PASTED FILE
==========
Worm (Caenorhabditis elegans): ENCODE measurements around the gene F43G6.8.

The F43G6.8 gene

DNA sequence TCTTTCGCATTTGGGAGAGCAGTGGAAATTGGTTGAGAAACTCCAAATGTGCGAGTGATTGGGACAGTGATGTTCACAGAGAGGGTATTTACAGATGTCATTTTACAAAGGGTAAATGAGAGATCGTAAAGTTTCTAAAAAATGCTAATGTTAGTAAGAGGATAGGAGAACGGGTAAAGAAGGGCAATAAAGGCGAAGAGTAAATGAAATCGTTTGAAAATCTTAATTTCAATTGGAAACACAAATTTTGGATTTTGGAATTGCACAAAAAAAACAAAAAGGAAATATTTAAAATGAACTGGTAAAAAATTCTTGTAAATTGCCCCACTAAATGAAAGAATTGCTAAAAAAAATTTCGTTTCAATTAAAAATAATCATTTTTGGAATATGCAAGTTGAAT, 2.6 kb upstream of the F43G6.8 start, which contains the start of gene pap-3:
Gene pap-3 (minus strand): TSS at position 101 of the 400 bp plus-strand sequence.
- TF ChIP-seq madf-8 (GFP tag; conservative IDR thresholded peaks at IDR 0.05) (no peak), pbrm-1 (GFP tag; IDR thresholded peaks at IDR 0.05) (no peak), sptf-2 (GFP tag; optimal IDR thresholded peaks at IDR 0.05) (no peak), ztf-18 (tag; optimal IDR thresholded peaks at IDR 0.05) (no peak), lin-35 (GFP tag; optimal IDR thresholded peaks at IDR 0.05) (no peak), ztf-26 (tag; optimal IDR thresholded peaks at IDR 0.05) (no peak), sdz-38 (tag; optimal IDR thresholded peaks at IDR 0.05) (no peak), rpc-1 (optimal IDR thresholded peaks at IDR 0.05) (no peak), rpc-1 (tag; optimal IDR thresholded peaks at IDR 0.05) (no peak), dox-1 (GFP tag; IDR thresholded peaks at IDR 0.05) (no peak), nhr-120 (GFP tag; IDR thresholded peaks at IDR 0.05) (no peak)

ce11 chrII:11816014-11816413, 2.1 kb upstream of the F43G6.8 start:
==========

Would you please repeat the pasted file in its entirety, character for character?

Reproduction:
Worm (Caenorhabditis elegans): ENCODE measurements around the gene F43G6.8.

The F43G6.8 gene

DNA sequence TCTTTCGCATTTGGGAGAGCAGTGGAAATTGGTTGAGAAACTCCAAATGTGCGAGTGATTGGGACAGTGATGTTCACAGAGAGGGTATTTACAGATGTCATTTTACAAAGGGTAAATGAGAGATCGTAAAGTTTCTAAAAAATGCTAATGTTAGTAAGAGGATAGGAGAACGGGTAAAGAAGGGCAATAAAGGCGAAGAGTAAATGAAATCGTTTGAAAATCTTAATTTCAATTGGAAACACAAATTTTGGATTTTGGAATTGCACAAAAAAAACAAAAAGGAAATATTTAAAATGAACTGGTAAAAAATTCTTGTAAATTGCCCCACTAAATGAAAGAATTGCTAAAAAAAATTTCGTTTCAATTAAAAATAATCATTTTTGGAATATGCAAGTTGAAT, 2.6 kb upstream of the F43G6.8 start, which contains the start of gene pap-3:
Gene pap-3 (minus strand): TSS at position 101 of the 400 bp plus-strand sequence.
- TF ChIP-seq madf-8 (GFP tag; conservative IDR thresholded peaks at IDR 0.05) (no peak), pbrm-1 (GFP tag; IDR thresholded peaks at IDR 0.05) (no peak), sptf-2 (GFP tag; optimal IDR thresholded peaks at IDR 0.05) (no peak), ztf-18 (tag; optimal IDR thresholded peaks at IDR 0.05) (no peak), lin-35 (GFP tag; optimal IDR thresholded peaks at IDR 0.05) (no peak), ztf-26 (tag; optimal IDR thresholded peaks at IDR 0.05) (no peak), sdz-38 (tag; optimal IDR thresholded peaks at IDR 0.05) (no peak), rpc-1 (optimal IDR thresholded peaks at IDR 0.05) (no peak), rpc-1 (tag; optimal IDR thresholded peaks at IDR 0.05) (no peak), dox-1 (GFP tag; IDR thresholded peaks at IDR 0.05) (no peak), nhr-120 (GFP tag; IDR thresholded peaks at IDR 0.05) (no peak)

ce11 chrII:11816014-11816413, 2.1 kb upstream of the F43G6.8 start: